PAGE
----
State by State
Carter, Richard, Humanities
A Roundup of Activities Sponsored by State Humanities Councils
School and University Partners for Educational Research (SUPER) is offering residential institutes this summer. From July 9 to 21, Glenn Eskew, professor of history at Georgia State University, examines "Alabama's Role in the Civil Rights Movement" from thE post-Civil War period through the 1960s. The institute includes site visits to key places, and offers videos and recordings to assist history teachers seeking ways to integrate Alabama history into their courses. The institute takes place at Birmingham Southern University.
At the University of Alabama at Birmingham, Mary Flowers Braswell looks at the world of Chaucer in "Cooks, Crooks, and Courtly Life." Participants explore medieval society, reading the Canterbury Tales, listening to the music of the time, studying manuscripts, paintings, and Gothic architecture. The finale of the institute is a feast prepared in the medieval manner. Special assignments include researching the Middle Ages via computer and field trips to the Kress Collection of the Birmingham Museum and the manuscript collection of the University of Alabama's Reynolds Historical Library. Teachers will learn how to write medieval rhetoric and how to weave the art, music, literature, and history of the Middle Ages into their classrooms. The institute takes place July 23 to 29.
The Grand Canyon has been a source of inspiration for American artists for well over a century. From July 1 through mid October at the Kolb Studio in Grand Canyon National Park, the Grand Canyon Association is presenting "A Century of Grand Canyon Art: Selected Works from 1900 to 2000." The exhibition explores the history and development of painting in the park from such early masters as Thomas Moran to contemporary painters Ed Mell and Bruce Aiken. In addition to the works of art on display, there are lectures and discussions.
Travel back in Prescott history as the Natural Heritage Adventure players represent early settlers and real-life characters from the 1860s. Miner John Miller, early settler Mary Ramos, and surgeon/naturalist Elliot Coues from nearby Fort Whipple recreate how people lived during Arizona's "gold rush" era. Walking tours for the living history presentations are conducted at the Highlands Center for Natural History in Prescott on Fridays and Saturdays through July.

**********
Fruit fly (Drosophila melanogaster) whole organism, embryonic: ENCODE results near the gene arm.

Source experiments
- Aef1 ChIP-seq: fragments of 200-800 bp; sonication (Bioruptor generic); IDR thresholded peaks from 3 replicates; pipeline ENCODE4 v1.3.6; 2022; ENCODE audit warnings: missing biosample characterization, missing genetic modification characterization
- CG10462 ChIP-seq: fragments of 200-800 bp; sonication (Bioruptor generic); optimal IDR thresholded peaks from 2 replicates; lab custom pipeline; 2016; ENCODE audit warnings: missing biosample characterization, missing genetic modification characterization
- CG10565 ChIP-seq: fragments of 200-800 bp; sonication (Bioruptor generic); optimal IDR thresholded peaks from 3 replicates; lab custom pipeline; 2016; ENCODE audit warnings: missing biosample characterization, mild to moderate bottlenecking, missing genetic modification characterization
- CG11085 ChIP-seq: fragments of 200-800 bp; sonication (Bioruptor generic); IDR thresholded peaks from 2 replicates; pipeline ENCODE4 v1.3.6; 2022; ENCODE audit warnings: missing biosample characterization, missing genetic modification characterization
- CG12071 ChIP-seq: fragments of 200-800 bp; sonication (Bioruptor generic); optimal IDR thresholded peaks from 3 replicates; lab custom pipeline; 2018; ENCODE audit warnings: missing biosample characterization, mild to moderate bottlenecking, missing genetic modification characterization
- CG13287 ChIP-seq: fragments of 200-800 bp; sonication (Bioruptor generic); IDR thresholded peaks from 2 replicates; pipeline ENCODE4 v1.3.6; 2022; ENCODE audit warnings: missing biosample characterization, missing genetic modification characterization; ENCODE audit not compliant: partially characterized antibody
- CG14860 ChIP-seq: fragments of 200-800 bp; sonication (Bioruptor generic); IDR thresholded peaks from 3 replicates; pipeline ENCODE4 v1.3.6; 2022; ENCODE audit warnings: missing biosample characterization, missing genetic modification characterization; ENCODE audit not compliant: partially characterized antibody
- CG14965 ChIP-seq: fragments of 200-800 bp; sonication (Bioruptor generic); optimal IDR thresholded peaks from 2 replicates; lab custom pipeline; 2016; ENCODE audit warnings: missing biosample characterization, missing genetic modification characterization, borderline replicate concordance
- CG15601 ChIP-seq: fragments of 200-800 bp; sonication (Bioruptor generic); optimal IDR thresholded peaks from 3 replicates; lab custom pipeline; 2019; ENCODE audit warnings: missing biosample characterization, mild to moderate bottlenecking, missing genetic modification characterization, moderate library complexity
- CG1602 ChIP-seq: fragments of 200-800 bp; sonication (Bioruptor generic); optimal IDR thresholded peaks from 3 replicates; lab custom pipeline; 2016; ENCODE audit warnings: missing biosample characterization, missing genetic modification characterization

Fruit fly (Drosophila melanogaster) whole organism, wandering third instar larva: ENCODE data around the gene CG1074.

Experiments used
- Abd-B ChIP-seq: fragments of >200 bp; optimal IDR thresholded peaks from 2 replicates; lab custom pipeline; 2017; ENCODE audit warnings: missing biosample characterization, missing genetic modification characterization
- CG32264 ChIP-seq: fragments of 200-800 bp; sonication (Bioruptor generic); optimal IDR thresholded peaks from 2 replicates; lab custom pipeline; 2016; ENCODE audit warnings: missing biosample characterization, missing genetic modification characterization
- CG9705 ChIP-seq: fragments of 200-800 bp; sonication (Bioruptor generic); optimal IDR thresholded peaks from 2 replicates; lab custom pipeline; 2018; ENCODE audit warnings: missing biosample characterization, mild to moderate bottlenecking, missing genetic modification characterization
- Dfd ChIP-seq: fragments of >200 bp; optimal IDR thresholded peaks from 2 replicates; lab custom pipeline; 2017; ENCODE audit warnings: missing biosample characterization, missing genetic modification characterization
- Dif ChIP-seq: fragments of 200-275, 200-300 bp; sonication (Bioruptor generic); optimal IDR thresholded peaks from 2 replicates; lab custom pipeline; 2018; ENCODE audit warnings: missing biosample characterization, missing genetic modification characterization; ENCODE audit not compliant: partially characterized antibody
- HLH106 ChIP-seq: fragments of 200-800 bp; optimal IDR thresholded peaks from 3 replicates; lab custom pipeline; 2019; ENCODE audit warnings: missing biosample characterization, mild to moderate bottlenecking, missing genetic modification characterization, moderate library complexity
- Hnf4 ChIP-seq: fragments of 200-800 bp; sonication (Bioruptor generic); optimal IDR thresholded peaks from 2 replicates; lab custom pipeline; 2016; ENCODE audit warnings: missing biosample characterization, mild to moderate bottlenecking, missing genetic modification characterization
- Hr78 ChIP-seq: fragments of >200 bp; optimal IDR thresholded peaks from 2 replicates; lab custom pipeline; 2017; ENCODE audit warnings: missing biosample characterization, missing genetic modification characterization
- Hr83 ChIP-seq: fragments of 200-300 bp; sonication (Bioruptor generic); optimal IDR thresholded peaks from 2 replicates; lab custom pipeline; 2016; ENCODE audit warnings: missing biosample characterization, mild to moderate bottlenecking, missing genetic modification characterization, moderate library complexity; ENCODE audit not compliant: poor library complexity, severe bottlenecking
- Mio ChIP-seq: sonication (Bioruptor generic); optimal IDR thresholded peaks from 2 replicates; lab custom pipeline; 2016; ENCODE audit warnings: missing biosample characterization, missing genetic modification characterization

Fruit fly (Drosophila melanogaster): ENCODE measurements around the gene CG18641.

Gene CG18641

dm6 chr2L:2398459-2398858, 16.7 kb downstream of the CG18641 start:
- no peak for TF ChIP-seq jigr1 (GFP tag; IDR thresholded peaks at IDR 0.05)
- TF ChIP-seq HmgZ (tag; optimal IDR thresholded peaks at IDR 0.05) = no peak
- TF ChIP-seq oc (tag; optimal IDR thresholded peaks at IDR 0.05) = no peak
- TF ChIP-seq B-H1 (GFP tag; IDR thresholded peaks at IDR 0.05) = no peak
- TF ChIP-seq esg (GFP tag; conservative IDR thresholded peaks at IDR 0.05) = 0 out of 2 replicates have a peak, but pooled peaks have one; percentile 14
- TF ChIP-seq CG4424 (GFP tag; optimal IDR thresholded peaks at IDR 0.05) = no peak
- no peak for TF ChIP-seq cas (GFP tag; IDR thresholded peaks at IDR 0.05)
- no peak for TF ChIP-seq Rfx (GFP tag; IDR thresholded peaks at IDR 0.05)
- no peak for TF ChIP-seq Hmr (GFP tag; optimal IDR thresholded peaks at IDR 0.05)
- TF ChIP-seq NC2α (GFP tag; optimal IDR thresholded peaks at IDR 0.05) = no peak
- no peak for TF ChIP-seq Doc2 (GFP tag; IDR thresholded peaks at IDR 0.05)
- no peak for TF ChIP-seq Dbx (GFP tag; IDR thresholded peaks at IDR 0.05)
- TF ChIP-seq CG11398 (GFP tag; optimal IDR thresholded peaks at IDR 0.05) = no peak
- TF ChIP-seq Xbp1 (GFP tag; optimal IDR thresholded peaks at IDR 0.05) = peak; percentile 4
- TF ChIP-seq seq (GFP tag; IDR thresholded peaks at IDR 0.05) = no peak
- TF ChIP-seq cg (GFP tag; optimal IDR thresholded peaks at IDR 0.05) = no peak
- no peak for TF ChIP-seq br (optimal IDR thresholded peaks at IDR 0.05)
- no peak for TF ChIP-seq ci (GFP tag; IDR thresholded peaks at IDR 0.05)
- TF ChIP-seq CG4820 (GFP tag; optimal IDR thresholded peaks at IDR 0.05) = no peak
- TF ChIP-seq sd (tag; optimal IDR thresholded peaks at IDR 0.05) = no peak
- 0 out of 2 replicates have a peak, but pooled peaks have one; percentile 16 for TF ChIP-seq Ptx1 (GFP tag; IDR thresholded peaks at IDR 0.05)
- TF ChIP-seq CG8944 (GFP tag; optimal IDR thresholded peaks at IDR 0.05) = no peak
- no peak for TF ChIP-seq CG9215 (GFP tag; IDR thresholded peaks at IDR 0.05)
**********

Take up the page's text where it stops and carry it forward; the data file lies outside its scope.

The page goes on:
On July 12 the Hispanic Internal Revenue Service in Phoenix hosts a lecture on "Comadres, Cowgirls, and Curanderas: Spanish-Mexican Women 1540-1900" by Vicki Ruiz. In Prescott on July 16, Henrietta Stockle gives a lecture on "Chiricahua Apache Women's History-Then and Now" at the Smoki Museum. And on August 26 at the Dobson Ranch Library in Mesa there will be a book discussion of One Hundred Years of Solitude by Gabriel Garcia Marquez.
The photography exhibition "Awakening the California Dream" remains on view through July 31 at the Old Courthouse Museum in Santa Ana. Based on five years' research by writer Gray Brechin and photographer Robert Dawson, the exhibition examines the transformation of the California landscape over the last 150 years. The exhibition travels to the Tulare Historical Museum in Tulare, the Grace Hudson Museum in Ukiah, the Turtle Bay Museums and Arboretum on the River in Redding, and ten additional museums over the next three years.
The fascination with disasters finds a home in "Entertaining Disaster: Special Effects in Venice and Hollywood," continuing at the Museum of Jurassic Technology in Culver City. The exhibition explores points of comparisons in seventeenth-century Venice and contemporary Hollywood.
A series of permanent exhibits in Connecticut's Legislative Office Building introduces the state's residents and the many tourists who visit the Capitol to the heritage of Connecticut and the history of the General Assembly. …